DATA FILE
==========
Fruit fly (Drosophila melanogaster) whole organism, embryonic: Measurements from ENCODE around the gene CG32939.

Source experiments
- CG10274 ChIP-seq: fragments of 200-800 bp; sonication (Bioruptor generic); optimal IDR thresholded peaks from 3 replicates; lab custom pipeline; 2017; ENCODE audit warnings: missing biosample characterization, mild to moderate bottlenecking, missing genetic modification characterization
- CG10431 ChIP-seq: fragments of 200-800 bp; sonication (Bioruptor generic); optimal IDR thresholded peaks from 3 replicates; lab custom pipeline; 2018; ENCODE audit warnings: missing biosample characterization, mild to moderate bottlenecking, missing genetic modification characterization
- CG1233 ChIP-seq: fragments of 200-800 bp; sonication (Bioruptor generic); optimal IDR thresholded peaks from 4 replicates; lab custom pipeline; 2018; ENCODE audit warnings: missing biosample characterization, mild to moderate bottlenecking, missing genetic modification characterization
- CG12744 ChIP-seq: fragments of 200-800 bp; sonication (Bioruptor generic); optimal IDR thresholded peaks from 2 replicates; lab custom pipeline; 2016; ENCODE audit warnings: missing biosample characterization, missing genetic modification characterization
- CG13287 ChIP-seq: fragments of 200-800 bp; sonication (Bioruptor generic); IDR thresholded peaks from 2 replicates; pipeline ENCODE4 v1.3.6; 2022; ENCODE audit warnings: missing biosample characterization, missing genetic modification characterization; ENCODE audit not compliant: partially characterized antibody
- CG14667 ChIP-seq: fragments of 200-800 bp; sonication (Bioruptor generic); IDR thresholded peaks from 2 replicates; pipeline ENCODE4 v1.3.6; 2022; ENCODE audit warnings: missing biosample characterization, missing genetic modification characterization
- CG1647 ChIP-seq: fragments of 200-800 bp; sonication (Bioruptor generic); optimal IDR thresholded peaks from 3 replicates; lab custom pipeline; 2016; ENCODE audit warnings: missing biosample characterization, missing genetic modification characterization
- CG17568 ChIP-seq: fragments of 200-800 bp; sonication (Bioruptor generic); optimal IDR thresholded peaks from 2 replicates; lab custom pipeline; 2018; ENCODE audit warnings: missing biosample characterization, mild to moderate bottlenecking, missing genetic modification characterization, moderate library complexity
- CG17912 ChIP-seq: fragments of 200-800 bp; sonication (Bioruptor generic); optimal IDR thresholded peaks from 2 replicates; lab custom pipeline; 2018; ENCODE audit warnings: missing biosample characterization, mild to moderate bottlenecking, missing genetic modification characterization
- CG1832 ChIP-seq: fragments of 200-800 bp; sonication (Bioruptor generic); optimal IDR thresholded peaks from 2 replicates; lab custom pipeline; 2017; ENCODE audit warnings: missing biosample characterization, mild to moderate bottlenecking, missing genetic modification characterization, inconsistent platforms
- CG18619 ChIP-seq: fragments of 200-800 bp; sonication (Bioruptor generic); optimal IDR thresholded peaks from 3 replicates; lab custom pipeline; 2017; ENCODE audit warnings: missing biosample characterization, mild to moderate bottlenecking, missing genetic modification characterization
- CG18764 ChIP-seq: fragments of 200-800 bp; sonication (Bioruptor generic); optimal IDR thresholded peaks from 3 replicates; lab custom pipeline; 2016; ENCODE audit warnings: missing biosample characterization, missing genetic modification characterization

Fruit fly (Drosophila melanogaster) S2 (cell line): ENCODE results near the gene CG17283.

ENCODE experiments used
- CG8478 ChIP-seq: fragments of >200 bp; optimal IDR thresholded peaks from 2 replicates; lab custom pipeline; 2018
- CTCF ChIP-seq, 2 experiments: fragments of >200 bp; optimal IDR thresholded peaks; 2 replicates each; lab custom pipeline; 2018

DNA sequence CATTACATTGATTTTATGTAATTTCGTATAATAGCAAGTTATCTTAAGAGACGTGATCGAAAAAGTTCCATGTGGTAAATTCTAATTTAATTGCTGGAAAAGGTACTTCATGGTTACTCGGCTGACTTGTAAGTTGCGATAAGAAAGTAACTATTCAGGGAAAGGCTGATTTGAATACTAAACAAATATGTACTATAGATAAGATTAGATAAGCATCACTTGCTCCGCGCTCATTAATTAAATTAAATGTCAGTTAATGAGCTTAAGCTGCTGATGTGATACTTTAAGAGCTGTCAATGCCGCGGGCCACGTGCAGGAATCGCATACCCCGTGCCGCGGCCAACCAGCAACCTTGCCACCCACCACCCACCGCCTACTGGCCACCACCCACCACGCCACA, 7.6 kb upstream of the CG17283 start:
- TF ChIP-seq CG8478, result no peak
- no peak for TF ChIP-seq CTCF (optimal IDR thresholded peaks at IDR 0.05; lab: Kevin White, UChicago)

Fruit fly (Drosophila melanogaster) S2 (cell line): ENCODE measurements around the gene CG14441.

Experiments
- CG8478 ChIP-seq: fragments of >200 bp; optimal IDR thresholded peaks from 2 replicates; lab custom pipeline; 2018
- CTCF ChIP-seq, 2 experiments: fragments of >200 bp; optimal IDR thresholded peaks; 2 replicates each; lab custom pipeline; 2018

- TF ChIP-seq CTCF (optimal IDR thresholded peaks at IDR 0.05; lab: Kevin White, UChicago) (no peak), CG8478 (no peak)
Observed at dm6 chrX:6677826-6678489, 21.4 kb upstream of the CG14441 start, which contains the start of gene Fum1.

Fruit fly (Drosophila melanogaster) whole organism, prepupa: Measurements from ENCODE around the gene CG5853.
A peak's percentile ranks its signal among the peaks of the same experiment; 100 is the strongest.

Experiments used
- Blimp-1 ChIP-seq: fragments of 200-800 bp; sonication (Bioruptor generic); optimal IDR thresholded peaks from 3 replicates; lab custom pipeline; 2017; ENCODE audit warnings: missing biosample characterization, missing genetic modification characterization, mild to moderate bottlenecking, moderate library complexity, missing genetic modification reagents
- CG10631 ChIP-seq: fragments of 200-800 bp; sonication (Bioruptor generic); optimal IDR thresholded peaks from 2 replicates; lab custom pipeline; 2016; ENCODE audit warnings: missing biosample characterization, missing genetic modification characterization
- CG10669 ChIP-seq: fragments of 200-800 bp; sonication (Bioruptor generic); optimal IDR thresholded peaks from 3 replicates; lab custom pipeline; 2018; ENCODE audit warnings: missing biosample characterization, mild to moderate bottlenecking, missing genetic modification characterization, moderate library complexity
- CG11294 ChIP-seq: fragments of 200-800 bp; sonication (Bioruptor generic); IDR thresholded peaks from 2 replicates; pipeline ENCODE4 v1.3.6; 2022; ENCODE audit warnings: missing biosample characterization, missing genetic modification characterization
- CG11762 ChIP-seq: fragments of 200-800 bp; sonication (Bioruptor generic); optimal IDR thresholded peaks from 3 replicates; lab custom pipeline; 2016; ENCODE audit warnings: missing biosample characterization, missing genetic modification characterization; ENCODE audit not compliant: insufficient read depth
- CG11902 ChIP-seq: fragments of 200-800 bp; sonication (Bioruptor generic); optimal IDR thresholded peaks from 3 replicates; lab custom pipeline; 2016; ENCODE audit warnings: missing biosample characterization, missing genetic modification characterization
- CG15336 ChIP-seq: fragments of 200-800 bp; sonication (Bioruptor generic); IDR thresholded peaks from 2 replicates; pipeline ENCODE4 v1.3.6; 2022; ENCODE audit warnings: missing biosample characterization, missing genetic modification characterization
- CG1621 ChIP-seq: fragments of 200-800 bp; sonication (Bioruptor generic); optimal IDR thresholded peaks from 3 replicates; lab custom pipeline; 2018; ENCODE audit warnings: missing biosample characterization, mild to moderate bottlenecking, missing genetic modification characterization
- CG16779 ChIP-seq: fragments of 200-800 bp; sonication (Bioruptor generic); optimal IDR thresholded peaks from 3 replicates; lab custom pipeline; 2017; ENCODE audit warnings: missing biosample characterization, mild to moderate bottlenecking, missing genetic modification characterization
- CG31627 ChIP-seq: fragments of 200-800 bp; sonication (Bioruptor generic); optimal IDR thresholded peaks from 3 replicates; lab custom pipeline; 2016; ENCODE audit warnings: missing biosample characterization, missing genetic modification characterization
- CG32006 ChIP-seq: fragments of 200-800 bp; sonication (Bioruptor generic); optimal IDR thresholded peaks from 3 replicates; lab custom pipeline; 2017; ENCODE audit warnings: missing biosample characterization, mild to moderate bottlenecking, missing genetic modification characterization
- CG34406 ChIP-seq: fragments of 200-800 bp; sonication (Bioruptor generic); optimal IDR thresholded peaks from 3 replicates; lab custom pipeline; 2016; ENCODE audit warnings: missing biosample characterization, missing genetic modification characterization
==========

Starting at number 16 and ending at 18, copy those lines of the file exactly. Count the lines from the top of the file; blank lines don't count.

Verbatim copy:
ENCODE experiments used
- CG8478 ChIP-seq: fragments of >200 bp; optimal IDR thresholded peaks from 2 replicates; lab custom pipeline; 2018
- CTCF ChIP-seq, 2 experiments: fragments of >200 bp; optimal IDR thresholded peaks; 2 replicates each; lab custom pipeline; 2018